Dibutyryl cyclic-AMP (DBcAMP) and theophylline partially inhibit the appearance of collagenase activity when added to cultures of ulcerating rabbit corneas. Drug treatment with DBcAMP also inhibits degradation of collagen in the explanted corneas as measured by hydroxyproline in the media. The hydrolysis product of DBcAMP, 5′-adenosine monophosphate (5′ AMP) is itself very effective in suppressing collagenase activity and the degradation of explant collagen. The mechanism(s) of the drug effects is not yet known but it is possible that the drugs affect the synthesis and/or the secretion of collagenase. The results suggest that "first messengers" exist which can prevent the secretion of corneal collagenase by raising endogenous cAMP in corneal cells through stimulation of the adenyl cyclase system. Eventual successful treatment of corneal ulceration might well require pharmacologic intervention at multiple levels: the biosynthesis, secretion, activation and activity of collagenase.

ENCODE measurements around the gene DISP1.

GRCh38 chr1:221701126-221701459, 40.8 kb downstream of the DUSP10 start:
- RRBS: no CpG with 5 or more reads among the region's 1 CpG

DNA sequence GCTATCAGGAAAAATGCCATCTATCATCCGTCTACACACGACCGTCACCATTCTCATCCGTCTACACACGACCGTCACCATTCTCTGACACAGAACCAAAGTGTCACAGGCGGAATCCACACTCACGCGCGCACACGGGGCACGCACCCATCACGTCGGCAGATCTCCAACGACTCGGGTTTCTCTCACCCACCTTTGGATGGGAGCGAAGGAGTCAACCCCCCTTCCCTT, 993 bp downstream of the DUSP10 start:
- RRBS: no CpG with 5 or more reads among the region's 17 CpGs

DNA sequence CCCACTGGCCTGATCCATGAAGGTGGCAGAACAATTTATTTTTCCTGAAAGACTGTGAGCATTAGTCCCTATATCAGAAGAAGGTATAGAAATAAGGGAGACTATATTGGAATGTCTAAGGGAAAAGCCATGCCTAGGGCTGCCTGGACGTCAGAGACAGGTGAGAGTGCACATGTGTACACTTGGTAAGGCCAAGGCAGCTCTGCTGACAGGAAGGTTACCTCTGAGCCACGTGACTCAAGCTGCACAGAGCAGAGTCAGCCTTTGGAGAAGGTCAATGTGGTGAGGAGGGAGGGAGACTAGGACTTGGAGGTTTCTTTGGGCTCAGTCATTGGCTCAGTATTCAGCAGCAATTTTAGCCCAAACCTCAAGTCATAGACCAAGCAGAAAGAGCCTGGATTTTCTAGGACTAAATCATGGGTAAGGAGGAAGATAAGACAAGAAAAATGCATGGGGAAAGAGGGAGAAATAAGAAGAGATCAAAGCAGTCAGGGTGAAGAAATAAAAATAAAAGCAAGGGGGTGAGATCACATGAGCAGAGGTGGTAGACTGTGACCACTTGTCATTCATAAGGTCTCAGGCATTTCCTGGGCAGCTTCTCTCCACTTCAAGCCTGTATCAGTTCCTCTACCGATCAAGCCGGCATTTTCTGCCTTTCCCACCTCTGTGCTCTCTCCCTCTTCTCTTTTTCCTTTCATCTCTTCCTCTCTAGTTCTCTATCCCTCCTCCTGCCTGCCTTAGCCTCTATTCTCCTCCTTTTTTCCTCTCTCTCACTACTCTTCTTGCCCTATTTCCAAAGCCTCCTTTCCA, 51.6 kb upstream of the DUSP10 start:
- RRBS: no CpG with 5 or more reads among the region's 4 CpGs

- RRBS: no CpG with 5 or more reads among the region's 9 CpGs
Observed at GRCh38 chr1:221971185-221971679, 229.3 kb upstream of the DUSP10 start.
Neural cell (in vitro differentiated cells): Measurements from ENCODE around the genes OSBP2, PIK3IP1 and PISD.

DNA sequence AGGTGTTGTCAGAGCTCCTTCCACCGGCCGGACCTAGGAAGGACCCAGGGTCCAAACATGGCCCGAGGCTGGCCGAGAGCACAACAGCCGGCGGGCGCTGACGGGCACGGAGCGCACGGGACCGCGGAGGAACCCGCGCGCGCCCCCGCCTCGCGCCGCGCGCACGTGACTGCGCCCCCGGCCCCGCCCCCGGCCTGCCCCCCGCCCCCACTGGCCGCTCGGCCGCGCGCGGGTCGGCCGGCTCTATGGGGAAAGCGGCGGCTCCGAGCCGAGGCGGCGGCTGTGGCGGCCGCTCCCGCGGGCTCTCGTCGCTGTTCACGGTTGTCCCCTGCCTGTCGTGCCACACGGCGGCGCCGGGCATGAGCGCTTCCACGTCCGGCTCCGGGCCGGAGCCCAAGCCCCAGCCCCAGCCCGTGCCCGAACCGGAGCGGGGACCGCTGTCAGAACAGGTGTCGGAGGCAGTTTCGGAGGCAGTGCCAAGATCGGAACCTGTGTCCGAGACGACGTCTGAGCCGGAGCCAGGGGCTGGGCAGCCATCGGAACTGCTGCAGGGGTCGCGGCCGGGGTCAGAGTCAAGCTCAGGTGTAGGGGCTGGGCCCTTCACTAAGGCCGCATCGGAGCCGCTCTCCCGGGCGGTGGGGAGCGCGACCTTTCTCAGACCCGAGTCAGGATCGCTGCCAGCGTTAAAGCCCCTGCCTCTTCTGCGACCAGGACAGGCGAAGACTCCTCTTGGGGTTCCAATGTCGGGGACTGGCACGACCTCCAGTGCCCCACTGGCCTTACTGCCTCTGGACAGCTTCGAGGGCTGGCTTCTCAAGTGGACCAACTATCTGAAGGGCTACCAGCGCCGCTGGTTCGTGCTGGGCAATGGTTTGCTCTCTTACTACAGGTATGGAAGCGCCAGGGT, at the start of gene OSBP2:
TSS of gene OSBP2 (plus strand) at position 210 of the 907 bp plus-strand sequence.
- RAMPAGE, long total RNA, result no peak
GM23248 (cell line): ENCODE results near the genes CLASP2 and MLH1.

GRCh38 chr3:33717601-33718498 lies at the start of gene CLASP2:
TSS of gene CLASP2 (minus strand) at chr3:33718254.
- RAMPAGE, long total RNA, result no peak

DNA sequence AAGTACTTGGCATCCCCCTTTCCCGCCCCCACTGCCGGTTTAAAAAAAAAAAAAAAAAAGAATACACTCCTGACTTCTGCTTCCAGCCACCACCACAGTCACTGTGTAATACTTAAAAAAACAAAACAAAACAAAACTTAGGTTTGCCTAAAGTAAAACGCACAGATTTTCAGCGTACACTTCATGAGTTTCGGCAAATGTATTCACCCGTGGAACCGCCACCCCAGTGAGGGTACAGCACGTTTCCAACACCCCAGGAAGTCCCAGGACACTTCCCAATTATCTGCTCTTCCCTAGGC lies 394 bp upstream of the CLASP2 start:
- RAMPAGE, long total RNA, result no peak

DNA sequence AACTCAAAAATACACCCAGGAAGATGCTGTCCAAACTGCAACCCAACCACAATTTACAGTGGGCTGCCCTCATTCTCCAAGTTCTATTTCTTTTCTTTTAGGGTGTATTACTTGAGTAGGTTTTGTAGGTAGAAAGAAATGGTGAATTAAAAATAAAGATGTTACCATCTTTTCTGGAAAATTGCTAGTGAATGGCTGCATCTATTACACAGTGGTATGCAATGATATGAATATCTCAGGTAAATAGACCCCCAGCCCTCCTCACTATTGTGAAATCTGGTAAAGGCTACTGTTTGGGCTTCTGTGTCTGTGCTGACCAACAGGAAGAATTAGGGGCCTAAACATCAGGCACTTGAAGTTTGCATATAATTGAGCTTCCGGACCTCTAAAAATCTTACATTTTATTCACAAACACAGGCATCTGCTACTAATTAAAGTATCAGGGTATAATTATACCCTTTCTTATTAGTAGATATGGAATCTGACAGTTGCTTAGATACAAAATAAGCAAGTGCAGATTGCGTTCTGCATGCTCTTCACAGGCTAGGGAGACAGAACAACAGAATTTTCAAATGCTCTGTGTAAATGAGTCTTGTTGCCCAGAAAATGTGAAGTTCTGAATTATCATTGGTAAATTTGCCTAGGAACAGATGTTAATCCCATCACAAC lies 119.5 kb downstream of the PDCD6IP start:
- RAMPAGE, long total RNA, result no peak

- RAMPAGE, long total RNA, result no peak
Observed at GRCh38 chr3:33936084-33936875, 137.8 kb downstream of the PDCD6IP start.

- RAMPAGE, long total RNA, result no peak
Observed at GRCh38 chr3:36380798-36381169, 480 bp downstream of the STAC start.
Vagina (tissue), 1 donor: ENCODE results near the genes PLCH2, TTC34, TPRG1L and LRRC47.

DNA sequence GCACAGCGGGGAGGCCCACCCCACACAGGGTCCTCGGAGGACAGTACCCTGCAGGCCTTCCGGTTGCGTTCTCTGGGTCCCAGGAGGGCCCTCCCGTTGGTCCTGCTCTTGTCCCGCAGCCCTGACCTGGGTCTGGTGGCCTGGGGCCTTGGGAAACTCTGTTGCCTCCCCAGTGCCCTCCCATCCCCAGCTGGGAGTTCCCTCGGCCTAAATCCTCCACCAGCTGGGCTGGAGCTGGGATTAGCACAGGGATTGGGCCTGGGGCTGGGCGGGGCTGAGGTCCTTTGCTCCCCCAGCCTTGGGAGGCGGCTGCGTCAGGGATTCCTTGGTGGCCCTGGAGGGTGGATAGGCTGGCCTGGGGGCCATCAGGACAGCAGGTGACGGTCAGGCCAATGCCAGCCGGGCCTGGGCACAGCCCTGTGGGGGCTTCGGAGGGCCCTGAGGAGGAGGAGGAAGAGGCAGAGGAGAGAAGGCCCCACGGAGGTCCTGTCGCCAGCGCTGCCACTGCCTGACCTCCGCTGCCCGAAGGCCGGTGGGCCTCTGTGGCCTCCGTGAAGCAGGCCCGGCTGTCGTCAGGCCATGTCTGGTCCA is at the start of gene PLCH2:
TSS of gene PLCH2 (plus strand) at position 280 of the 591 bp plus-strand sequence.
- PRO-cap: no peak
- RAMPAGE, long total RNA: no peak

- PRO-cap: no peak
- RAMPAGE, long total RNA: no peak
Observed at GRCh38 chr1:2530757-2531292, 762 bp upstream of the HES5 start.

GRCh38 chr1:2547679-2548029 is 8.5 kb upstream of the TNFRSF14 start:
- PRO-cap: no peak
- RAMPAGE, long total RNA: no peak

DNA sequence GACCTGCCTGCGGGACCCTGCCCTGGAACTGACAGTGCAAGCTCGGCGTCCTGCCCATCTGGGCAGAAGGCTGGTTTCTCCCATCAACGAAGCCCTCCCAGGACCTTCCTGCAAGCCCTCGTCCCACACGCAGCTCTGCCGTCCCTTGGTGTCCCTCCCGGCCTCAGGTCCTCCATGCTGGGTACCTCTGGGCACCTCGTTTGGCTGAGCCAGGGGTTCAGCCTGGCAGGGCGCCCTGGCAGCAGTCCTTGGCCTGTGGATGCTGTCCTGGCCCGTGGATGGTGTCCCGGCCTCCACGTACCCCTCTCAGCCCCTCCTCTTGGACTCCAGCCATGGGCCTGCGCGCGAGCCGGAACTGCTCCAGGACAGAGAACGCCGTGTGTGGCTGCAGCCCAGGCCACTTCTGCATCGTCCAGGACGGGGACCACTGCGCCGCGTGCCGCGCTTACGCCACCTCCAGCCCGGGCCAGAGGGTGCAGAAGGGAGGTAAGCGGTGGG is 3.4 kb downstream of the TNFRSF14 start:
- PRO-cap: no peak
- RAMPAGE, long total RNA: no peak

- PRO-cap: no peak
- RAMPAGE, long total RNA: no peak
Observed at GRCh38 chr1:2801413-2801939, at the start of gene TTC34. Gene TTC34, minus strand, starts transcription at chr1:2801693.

ASJC Scopus subject areas
- Sensory Systems
- Cellular and Molecular Neuroscience